New Bagpipe works

During this lockdown I have been exploring a variety of ways to create new, contemporary bagpipe ensemble sounds and textures. These works have been inspired by composers such as Hildur Gudnadottir, John Adams, John Metcalfe, Steve Reich and Brian Eno.

This piece aims to exploit the chromatic potential that the bagpipes explores, drawing from the works of J.S. Bach's solo instrumental suites

Bagpipe Trio No 1 in A minor

Bagpipe Trio No 1 in A minor, nicknamed '5-6-7-', explores how three pipers can interact in this darker bagpipe key. Here, the pipes take turns with leading, acting as a tune player and creating their own accompaniments and underlying, polyphonic textures:

I - 5/8 Allegro

II - 6/8 Adagio

III - 7/8 Allegro

Bagpipe Quartet No 1 in D

Bagpipe Quartet No 1, explores how three pipers can interact with each other. Here, the pipes take turns with leading, acting as a tune player and creating their own accompaniments and underlying, polyphonic textures. Consisting of 3 movements with varying tempi and texture, this piece explores melodic development within the exposed themes.

Terra Firma

Terra Firma is a bagpipe suite composed for 1 live piper and 4 pre-recorded pipers. This can be played either on Scottish Smallpipes or Electronic Pipes. Consisting of 5 movements this piece is an exploration of 5 part counterpoint texture with the principle part taking the main melody and the pre-recorded parts on the underlying texture acting as accompaniment. The focus of this piece is the idea of our ground and what we stand on, although it appears solid, parts of our landscape can be in constant movement whilst others appear solid yet we can't always find our feet.

I - Allegro Vivace

II - Piobaireachd

III - Allegro

IV - Adagio

V - Marche

(email John for full programme notes on each movement)

Organum - A Suite for Pipe Band

This short piece was composed for a Pipe Band. Organum is known to be one of the oldest forms of music whereby an organ was used to create several polyphonic textures using a cantus firmus melody and a counterpoint. I have explored this concept in this piece. I took that idea of melodies playing against each other and applied it in 3 sections; the first and last are rifs. The middle section uses the same concept but with a pipe band style reel. The main melody is in B minor, which then has a contrapuntal part below it with the 3rd line working above the melody line and finally the fourth one weaves in and out of the first line. Then they play in unison and each part gradually establishes their own lines of the tune to counter that main melody. Eventually the upper 2 lines counter each other and then the bottom 2 counter each other and if you group them into 2 single entities they then counter each other as well. During the piece you should be able to hear a single repeated note but that's not in a part by itself, it comes through the polyphonic syncopated rhythms working together/against each other to create syncopation. Their 2 different entities put into 1 then creates two opposing idioms against each other (pipe corps vs drum corps but in 2 sections each) as well creating more polyphony and just to top it all off, the whole piece will be played against the drone of the bagpipes as well.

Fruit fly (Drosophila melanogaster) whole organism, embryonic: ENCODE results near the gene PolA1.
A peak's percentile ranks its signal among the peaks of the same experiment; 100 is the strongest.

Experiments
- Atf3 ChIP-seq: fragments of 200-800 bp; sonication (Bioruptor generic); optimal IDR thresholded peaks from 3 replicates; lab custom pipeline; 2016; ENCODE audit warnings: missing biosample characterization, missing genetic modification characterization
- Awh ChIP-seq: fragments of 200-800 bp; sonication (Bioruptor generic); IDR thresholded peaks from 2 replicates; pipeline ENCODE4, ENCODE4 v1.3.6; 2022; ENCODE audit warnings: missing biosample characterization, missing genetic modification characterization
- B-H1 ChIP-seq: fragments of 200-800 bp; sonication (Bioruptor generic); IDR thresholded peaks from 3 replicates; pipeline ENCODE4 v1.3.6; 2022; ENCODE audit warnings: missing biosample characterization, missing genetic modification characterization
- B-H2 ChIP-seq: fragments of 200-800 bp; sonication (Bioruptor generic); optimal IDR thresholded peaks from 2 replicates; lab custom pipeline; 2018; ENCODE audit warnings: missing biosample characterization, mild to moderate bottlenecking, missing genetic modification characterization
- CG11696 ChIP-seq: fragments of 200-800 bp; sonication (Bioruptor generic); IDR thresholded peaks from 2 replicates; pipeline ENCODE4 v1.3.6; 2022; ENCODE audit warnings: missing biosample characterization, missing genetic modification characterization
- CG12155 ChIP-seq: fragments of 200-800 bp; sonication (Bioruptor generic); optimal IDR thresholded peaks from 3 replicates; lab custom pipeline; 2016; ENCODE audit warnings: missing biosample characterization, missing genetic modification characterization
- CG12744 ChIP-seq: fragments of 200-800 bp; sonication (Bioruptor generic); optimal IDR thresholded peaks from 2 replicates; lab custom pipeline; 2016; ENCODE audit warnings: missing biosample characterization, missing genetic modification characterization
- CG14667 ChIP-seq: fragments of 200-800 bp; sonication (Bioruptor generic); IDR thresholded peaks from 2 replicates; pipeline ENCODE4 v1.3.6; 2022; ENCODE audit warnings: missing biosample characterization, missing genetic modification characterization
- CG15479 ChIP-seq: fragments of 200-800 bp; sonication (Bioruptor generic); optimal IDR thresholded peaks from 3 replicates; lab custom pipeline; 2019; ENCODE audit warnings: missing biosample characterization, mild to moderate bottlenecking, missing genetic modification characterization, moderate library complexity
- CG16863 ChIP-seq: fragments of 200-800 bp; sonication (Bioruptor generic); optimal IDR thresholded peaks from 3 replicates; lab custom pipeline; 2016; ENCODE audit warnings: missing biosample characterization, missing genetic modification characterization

'3-4-2'- A Suite for 9 solo pipers and orchestra.

This piece was started in 2019 at my address which was house number 342. The concept here is that there are nine pipers in this suite. The first group is a group of 3 pipers, 2 playing the same line with the third acting as the harmony player. The next group is a group of 4 pipers, subdivided into two sections of 2 pipers playing the same line. The last group is a group of 2 pipers playing different lines in homophonic harmony. The idea then grew and there are now 4 movements for the soloists with orchestrations being written as we speak. Each movement looks at 1 of the 4 most common modes found on the highland bagpipe:

I - G Phrygian - Allegro

II - A Mixolydian - Piobaireachd

III - B Aeolian - Compound

IV - D Ionian - Air

Watch the first movement, G Phrygian, here:

Email John for full programme notes. Also please note, video scores do not contain gracenotes as they should be added to the performers preference.